EleanorRooseveltI watched the excellent The Roosevelts: An Intimate History, Ken Burns’s seven-part series on PBS this past fall and became even more impressed with Eleanor Roosevelt than I had been before. She was the niece of Theodore Roosevelt, the daughter of his brother Elliot.

She married her fifth cousin Franklin Roosevelt on St. Patrick’s Day 1905 in New York City, “given away” by her uncle Teddy, who was by then President.

In spite of Franklin’s marital betrayal, which wounded Eleanor greatly, they were a dynamic political couple. She could sometimes say or do things that he, a more pragmatic state legislator, governor and eventually President, could not.

In the summer of 2013, my family visited Val-Kill, her place on the Hudson River not far from the home in Hyde Park that was her mother-in-law’s and where she seldom felt comfortable and welcomed. There is a kiosk there where one could read her My Day columns, which she wrote from 1936 to 1962, the year that she passed away.

After FDR died in 1945, she was appointed by President Truman to be a delegate to the group that would create the United Nations. She became a primary author of The Universal Declaration of Human Rights, which was adopted by the UN General Assembly on 10 December 1948.

Check out these Eleanor-centered clips from Ken Burns’ The Roosevelts:
ER Is Born & Elliot Dies
ER and the Red Cross
Her First Step into Politics
ER vs. Sara Delano Roosevelt
ER on Troubled World
ER’s South Pacific Visit
ER Leaves White House

ABC Wednesday – Round 16

One overstuffed weekend: Roosevelt, Vezina, Hembeck

At the FDR library, I saw a poster chastising “the Jews” for taking the jobs of “white Christian men”; some things never change.

ER and FDR
For whatever reason, I wasn’t sleeping well a couple weeks ago. When I booked our hotel for our trip to the Mid-Hudson for the first weekend in August, in my fatigued fog, I totally forgot that my wife had told me to secure a place for TWO nights, and that she had even arranged for a cat sitter. I was just so happy that I finally remembered to book it at all. We had made this sojourn a couple hours south a few times, and it had always been one night. This time, though, we had added a couple elements, so the extra time would have been helpful.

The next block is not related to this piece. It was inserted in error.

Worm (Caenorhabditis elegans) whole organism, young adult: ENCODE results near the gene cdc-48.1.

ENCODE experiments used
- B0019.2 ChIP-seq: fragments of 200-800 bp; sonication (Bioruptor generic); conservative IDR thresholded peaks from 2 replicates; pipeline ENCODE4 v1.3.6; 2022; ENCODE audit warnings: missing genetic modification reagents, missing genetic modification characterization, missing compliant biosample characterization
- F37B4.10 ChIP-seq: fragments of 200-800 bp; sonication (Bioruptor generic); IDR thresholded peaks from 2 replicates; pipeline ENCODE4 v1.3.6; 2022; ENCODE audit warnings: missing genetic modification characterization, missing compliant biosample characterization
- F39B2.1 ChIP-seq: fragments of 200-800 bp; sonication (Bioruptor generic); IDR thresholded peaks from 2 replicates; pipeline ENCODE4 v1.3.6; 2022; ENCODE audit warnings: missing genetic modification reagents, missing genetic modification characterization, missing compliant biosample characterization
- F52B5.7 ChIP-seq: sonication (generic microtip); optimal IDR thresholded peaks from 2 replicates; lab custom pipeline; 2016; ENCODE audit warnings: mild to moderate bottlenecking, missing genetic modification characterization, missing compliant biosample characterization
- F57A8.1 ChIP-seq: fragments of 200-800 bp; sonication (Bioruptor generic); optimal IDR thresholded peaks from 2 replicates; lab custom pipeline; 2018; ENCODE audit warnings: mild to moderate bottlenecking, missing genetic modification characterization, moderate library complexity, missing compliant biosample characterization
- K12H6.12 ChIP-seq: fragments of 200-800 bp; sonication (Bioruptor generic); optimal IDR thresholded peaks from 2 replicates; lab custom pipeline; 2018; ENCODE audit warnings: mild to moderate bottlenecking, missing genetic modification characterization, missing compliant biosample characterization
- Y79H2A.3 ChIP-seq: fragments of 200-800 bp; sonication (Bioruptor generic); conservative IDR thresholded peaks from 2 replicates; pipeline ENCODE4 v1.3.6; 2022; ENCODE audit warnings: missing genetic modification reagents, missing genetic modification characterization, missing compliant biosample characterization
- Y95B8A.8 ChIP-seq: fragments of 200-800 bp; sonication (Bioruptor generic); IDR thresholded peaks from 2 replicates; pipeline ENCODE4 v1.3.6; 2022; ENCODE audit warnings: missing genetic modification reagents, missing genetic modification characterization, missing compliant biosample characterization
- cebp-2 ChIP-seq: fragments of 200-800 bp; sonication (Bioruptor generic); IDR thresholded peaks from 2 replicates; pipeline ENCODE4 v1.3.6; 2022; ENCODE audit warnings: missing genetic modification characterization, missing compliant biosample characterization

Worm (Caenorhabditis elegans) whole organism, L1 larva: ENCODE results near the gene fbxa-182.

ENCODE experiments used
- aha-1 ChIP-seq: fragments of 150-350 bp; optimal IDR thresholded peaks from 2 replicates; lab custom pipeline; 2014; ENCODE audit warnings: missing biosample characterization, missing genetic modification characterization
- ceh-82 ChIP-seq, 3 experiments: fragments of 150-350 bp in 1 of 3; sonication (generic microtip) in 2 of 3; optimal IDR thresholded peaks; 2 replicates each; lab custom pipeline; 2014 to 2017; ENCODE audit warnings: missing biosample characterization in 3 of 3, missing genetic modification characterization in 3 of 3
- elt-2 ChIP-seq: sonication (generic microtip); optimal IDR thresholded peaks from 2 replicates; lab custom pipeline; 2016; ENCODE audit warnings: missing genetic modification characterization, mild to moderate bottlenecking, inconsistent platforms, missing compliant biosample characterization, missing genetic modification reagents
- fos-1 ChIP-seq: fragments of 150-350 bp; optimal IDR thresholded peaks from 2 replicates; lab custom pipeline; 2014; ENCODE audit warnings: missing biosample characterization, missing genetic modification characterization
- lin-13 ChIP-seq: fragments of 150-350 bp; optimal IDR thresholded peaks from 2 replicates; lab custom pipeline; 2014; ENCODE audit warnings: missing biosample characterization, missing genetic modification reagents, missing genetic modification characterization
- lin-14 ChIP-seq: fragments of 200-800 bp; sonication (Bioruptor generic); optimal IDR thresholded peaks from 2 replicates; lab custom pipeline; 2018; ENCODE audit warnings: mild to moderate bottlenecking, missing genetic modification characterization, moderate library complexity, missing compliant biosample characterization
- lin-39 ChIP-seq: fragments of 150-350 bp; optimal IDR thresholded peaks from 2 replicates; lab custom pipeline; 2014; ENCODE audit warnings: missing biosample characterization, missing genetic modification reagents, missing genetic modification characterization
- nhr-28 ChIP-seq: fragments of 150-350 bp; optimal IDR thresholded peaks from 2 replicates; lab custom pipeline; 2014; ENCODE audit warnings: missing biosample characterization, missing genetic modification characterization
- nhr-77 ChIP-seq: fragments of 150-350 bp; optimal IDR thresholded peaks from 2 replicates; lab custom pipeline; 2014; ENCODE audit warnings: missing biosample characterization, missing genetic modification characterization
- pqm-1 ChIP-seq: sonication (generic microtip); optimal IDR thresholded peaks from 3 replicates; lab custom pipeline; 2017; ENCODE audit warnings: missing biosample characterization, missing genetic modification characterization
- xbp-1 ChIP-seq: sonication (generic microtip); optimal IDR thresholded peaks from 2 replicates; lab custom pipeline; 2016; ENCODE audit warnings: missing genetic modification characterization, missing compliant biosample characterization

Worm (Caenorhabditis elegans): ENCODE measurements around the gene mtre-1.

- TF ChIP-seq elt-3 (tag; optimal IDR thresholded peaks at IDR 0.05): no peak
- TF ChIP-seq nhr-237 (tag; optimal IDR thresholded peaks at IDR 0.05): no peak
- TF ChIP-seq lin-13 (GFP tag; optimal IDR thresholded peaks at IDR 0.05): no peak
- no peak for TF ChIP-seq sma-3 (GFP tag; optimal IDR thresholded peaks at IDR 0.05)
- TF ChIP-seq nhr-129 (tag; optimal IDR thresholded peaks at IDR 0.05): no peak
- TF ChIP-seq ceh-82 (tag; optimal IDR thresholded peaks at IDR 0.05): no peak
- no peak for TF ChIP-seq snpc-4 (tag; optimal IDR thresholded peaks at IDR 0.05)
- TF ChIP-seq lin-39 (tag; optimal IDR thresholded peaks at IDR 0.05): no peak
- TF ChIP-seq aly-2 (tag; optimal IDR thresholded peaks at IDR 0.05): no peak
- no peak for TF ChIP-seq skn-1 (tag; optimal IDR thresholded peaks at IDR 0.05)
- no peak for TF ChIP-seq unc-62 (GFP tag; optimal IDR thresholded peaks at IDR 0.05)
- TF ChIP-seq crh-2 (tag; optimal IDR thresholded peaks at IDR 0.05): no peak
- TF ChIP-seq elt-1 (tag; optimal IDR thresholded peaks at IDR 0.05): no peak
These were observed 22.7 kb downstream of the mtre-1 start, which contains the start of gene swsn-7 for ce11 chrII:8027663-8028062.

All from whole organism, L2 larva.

Instead, we headed out Saturday and went to Val-Kill, Eleanor Roosevelt’s home. There will be much more on this.

Then to Hyde Park to visit the Franklin D. Roosevelt Presidential Library and Museum. Continue reading “One overstuffed weekend: Roosevelt, Vezina, Hembeck”

Q is for Q&A about FDR

Eleanor Roosevelt was a distant cousin of FDR. She was “given away” by her uncle, Theodore Roosevelt.

The family was in the Mid-Hudson area of New York State back in in August. We were on the west side of the river, when we crossed the Mid-Hudson Bridge from Highland to Poughkeepsie.
Q: Wait, it’s now the Franklin Delano Roosevelt Mid-Hudson Bridge. When did THAT happen?
A: The bridge was renamed… in 1994 though the span is rarely referred to by its official name.
Q: And why is it named for him anyway?
A: “Governor and local resident [FDR] and his wife Eleanor attended the opening ceremony on August 25, 1930.”
Q: And I mention this all because…
A: We needed to cross the bridge to visit Hyde Park, the location of the longtime home of the 32nd President of the US. It’s just five miles north of Poughkeepsie.
Q: So is the town or the FDR estate called Hyde Park?
A: Well, the town is, but the estate was. Continue reading “Q is for Q&A about FDR”